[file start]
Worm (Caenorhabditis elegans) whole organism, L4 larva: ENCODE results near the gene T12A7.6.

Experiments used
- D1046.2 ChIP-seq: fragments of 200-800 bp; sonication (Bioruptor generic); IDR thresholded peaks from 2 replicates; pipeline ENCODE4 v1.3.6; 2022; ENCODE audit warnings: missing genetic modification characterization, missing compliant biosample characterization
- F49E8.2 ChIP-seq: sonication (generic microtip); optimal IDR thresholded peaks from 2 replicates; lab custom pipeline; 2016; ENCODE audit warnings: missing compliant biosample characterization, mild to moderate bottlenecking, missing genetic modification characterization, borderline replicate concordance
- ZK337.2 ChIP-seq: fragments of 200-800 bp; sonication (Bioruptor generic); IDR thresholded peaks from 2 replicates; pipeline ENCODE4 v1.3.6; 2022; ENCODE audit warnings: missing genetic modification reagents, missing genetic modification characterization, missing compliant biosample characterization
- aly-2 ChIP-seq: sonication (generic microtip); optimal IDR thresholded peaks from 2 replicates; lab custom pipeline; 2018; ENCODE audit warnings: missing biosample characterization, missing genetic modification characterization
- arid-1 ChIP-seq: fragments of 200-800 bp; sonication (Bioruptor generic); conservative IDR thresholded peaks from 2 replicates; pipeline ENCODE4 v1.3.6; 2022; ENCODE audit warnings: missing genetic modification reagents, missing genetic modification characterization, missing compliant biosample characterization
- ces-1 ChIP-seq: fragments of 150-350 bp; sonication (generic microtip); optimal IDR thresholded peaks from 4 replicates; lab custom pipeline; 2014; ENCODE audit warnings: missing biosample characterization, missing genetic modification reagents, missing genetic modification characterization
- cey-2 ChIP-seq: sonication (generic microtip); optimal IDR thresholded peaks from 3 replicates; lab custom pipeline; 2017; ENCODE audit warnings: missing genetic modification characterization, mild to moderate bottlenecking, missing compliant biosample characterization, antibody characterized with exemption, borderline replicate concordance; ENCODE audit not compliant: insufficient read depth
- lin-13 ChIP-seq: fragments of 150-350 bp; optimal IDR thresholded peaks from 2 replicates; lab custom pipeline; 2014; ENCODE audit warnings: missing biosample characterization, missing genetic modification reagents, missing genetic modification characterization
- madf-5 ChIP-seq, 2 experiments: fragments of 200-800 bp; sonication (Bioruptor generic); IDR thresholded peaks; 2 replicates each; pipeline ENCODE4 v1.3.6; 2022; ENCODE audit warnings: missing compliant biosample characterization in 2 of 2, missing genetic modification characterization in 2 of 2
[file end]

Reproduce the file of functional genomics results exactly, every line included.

Worm (Caenorhabditis elegans) whole organism, L4 larva: ENCODE results near the gene T12A7.6.

Experiments used
- D1046.2 ChIP-seq: fragments of 200-800 bp; sonication (Bioruptor generic); IDR thresholded peaks from 2 replicates; pipeline ENCODE4 v1.3.6; 2022; ENCODE audit warnings: missing genetic modification characterization, missing compliant biosample characterization
- F49E8.2 ChIP-seq: sonication (generic microtip); optimal IDR thresholded peaks from 2 replicates; lab custom pipeline; 2016; ENCODE audit warnings: missing compliant biosample characterization, mild to moderate bottlenecking, missing genetic modification characterization, borderline replicate concordance
- ZK337.2 ChIP-seq: fragments of 200-800 bp; sonication (Bioruptor generic); IDR thresholded peaks from 2 replicates; pipeline ENCODE4 v1.3.6; 2022; ENCODE audit warnings: missing genetic modification reagents, missing genetic modification characterization, missing compliant biosample characterization
- aly-2 ChIP-seq: sonication (generic microtip); optimal IDR thresholded peaks from 2 replicates; lab custom pipeline; 2018; ENCODE audit warnings: missing biosample characterization, missing genetic modification characterization
- arid-1 ChIP-seq: fragments of 200-800 bp; sonication (Bioruptor generic); conservative IDR thresholded peaks from 2 replicates; pipeline ENCODE4 v1.3.6; 2022; ENCODE audit warnings: missing genetic modification reagents, missing genetic modification characterization, missing compliant biosample characterization
- ces-1 ChIP-seq: fragments of 150-350 bp; sonication (generic microtip); optimal IDR thresholded peaks from 4 replicates; lab custom pipeline; 2014; ENCODE audit warnings: missing biosample characterization, missing genetic modification reagents, missing genetic modification characterization
- cey-2 ChIP-seq: sonication (generic microtip); optimal IDR thresholded peaks from 3 replicates; lab custom pipeline; 2017; ENCODE audit warnings: missing genetic modification characterization, mild to moderate bottlenecking, missing compliant biosample characterization, antibody characterized with exemption, borderline replicate concordance; ENCODE audit not compliant: insufficient read depth
- lin-13 ChIP-seq: fragments of 150-350 bp; optimal IDR thresholded peaks from 2 replicates; lab custom pipeline; 2014; ENCODE audit warnings: missing biosample characterization, missing genetic modification reagents, missing genetic modification characterization
- madf-5 ChIP-seq, 2 experiments: fragments of 200-800 bp; sonication (Bioruptor generic); IDR thresholded peaks; 2 replicates each; pipeline ENCODE4 v1.3.6; 2022; ENCODE audit warnings: missing compliant biosample characterization in 2 of 2, missing genetic modification characterization in 2 of 2